Concord, California was also once called Todos Santos in addition to the less flattering Drunken Indian. But to the residents of the Bay Area, Concord is synonymous with the suburbs. Hometown of the experimental band Negativland who often commented about Concord and suburban America, Concord sits in the shadow of Mt. Diablo, former home of James “Grizzly” Adams, who had a pet bear.
Bohemian types like you and I would never consider the suburbs a suitable place to settle. Many of my ultra cool ultra educated friends think nothing before spouting the words, “I would die if I had to live in the suburbs,” often followed by, “I need culture,” (code for “I need bars”). Yet, the Chicago-based Heroes find themselves either riding or driving to the suburbs on a regular basis to get a decent bike ride in. And that’s because the suburbs are pretty great in many ways.
Growing up in the suburbs, I remember having as much fun with a shared BMX bike (thanks Chuckie V) on a 200 sq. ft. patch of dirt or the parking lot of the Mormon church as I have ever had riding on a pristine stretch of single track or a winding mountain road. Creating obstacle courses and circuits to ride over and over provided hours of entertainment as a kid. “OK, now see who can do it the slowest,” was a favorite challenge.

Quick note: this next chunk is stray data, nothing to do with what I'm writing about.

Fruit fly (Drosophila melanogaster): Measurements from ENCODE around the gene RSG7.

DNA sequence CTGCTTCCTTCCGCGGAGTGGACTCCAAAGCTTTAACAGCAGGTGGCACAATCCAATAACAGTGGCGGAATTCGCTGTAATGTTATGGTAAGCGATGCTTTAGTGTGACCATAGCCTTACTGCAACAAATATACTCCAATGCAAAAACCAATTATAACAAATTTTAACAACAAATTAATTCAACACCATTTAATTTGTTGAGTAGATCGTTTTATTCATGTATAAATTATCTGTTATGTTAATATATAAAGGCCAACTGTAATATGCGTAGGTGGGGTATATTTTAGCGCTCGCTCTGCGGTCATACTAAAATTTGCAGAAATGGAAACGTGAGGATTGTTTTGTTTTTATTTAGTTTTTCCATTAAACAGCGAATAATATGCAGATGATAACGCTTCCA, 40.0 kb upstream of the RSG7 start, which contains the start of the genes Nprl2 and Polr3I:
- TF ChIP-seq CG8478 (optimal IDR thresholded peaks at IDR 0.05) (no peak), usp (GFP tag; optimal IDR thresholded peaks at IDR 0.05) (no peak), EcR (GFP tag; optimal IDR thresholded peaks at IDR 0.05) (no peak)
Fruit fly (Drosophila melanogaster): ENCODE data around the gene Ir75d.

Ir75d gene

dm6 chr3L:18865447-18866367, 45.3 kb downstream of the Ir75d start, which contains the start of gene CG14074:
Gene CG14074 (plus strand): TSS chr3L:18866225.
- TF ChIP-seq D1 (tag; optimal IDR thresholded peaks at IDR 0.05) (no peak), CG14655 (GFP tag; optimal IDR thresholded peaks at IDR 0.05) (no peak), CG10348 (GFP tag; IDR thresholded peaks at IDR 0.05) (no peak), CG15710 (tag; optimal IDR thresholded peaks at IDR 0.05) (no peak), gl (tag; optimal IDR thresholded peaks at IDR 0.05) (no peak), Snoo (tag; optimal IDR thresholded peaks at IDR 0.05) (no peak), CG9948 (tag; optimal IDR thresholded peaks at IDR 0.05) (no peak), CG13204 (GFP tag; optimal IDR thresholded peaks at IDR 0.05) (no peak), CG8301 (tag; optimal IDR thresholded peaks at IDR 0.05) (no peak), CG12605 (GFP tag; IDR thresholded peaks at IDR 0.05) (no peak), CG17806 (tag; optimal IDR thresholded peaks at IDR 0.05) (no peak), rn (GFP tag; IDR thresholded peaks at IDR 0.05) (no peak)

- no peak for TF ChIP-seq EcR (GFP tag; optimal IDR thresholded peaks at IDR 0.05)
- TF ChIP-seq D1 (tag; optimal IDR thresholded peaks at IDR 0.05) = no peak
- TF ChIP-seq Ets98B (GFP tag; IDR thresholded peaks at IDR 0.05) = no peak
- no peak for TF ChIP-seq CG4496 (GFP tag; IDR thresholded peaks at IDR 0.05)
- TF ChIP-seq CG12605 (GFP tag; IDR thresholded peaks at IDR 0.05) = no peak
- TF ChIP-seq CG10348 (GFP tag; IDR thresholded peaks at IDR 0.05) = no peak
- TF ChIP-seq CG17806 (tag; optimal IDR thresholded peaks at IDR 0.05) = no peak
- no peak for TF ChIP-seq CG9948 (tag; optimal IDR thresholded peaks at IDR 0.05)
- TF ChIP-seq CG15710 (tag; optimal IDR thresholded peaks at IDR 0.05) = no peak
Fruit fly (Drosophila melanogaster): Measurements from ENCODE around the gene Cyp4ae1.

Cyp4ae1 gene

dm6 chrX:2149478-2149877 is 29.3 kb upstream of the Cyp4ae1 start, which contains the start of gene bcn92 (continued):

That is why I nearly got whiplash when I saw two boys who turned out to be Brandon and Ryan adding improvements to their homemade mountain bike park. In a small stretch of land situated between neighborhoods of neat, middleclass homes and a busy boulevard, Brandon and Ryan have built a haven.
If there is an authentic American cycling culture I think part of it resides in the plywood ramps and earthen mounds carved up by suburban youth.